Photographs by Aniruddh Kaushal
We get that off-roading has suddenly become all the rage amongst the Indian motorcycling fraternity. Who doesn’t want to kick up flamboyant rooster tails of dust or spend as much time airborne on a motorcycle as they do actually listening to their significant others? But how many among us have gone through the rigours of proper off-road training to properly harness the full plethora of what an off-road motorcycle has to offer? Let’s face it — very few among us can dedicate the proper amount of time and training required to even come close to the level of professional racers. And even then, riding a thoroughly off-road motorcycle on the road is going to make you want to stab the first person you meet when you get off the bike. The solution? Get yourself an ADV bike, look like the coolest, baddest cat on the block, and ride about 15 km of your 300-km weekend ride off-road; you know, because mud makes you look manly.
Unfortunately for us, most of the ADV bikes we’ve had to choose from boasted elephantine proportions and probably cost the same amount you’d pay for a small house some twenty-odd years ago. But that’s the price you have to pay when you simply cannot live without the bragging rights that come with owning a big ADV bike. Fast forward to 2018 and manufacturers have grasped what people want. Everybody’s scrambling to put forth smaller displacement ADV bikes because that’s what the enthusiast masses want. Heck, even I’ve harped on numerous times about the advantages of a lighter, more manageable ADV bike. Hero may have taken a dive with the Impulse at a time when the masses didn’t truly grasp just how good it was. But we still have the RE Himalayan and Kawasaki Versys-X 300 that have ADV styling, are capable of long-distance touring and a bit of light off-roading. The only issue is that the RE appears to be something that crawled out of Jurassic Park, and the Kawi, well let’s just say it’s a tad too expensive at a time when mid-displacement bikes are becoming ever more affordable.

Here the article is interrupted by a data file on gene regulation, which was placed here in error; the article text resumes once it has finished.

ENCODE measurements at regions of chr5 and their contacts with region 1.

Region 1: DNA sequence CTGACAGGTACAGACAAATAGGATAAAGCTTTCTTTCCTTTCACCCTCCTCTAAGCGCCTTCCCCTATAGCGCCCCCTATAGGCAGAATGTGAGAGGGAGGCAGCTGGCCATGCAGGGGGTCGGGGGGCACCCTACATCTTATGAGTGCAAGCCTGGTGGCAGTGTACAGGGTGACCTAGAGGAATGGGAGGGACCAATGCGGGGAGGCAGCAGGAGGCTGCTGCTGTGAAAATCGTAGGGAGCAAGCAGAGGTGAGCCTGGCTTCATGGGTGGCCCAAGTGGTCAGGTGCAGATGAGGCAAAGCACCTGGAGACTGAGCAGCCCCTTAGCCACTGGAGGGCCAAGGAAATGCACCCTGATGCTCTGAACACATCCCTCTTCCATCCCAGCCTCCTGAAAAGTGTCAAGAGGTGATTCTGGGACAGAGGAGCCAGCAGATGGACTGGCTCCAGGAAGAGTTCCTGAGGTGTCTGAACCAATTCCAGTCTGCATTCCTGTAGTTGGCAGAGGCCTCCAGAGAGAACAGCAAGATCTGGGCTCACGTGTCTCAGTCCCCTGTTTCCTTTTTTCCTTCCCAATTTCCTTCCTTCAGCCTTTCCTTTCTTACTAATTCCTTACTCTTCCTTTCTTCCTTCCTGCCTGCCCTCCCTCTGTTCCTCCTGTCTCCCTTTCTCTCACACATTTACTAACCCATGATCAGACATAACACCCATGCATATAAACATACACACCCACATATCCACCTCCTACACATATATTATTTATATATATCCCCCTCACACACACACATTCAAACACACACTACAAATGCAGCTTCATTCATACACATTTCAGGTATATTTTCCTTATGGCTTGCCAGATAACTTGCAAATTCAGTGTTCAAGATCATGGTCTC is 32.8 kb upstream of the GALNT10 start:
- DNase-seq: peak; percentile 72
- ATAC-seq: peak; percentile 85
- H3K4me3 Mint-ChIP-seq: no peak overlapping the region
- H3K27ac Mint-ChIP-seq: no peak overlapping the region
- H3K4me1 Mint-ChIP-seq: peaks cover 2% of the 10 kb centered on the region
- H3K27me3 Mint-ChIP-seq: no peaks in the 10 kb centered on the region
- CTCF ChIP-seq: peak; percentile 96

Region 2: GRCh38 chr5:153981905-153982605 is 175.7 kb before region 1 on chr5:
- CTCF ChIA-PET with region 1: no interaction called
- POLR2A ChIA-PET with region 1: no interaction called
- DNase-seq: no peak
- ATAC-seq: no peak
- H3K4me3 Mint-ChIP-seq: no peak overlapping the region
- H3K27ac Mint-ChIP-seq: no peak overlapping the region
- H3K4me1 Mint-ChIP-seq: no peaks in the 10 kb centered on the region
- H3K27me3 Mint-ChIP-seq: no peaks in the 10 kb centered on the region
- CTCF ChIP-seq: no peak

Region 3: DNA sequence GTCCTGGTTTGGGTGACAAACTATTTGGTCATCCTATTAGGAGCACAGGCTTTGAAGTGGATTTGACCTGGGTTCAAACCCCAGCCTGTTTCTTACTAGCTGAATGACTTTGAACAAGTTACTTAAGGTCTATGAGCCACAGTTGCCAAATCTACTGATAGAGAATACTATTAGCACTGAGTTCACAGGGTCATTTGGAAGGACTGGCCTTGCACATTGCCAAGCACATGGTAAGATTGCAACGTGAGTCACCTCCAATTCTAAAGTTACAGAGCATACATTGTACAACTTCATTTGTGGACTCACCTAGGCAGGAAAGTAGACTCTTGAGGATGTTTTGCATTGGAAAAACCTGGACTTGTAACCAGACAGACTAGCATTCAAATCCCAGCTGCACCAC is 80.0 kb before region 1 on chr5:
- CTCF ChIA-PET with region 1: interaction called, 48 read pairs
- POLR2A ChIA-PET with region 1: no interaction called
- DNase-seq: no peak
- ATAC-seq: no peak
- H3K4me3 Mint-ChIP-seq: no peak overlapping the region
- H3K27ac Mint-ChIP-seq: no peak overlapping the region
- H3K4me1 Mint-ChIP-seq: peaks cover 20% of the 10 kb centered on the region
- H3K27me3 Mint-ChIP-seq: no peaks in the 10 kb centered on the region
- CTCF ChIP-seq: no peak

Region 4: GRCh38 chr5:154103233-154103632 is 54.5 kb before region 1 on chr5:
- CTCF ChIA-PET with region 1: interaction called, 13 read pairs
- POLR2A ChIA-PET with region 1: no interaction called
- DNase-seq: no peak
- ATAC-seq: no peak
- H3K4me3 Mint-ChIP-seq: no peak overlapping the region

Here’s where the G 310 GS steps into the picture. While we’re still twiddling our thumbs in anticipation of the KTM 390 Adventure hitting the market, BMW have finally stepped up to the plate and given us a smaller displacement ADV bike that’s absolutely swathed in legacy. I say this because not only does the G 310 GS bear a circular Bavarian badge that would have half the country drooling, it’s also the mini-me version of what has globally been described as the best ADV bike out there, the R 1200 GS. The beauty of all of this is how the designers back in Munich have managed to scale down this design language without seeming overly pretentious. The G 310 GS is just a lovely bike to look at. You can clearly tell it’s a part of the GS family the moment you get a look at that front beak.
It’s tall, has a nice muscular stance about it, and its ergonomics could have been borrowed from a sofa catalogue. Get aboard and the LCD speedometer has all the information you need in a rather simple and easy-to-access format. The suspension dips slightly with the riders weight, which is your first indicator that this bike is designed to tackle our horrendous road conditions. The tank’s got a nice muscular design that your knees lock into quite nicely. And the seating geometry is relaxed and upright, with a slightly low-set handlebar and ’pegs that sit under you. Some riders may find the seat a bit tall, but that’s the price you pay for good highway comfort and off-road capability. The tail end looks pretty unique, too, with a carrier attached to the grab rails, and a tail-light that sits right at the tip of the rear fender.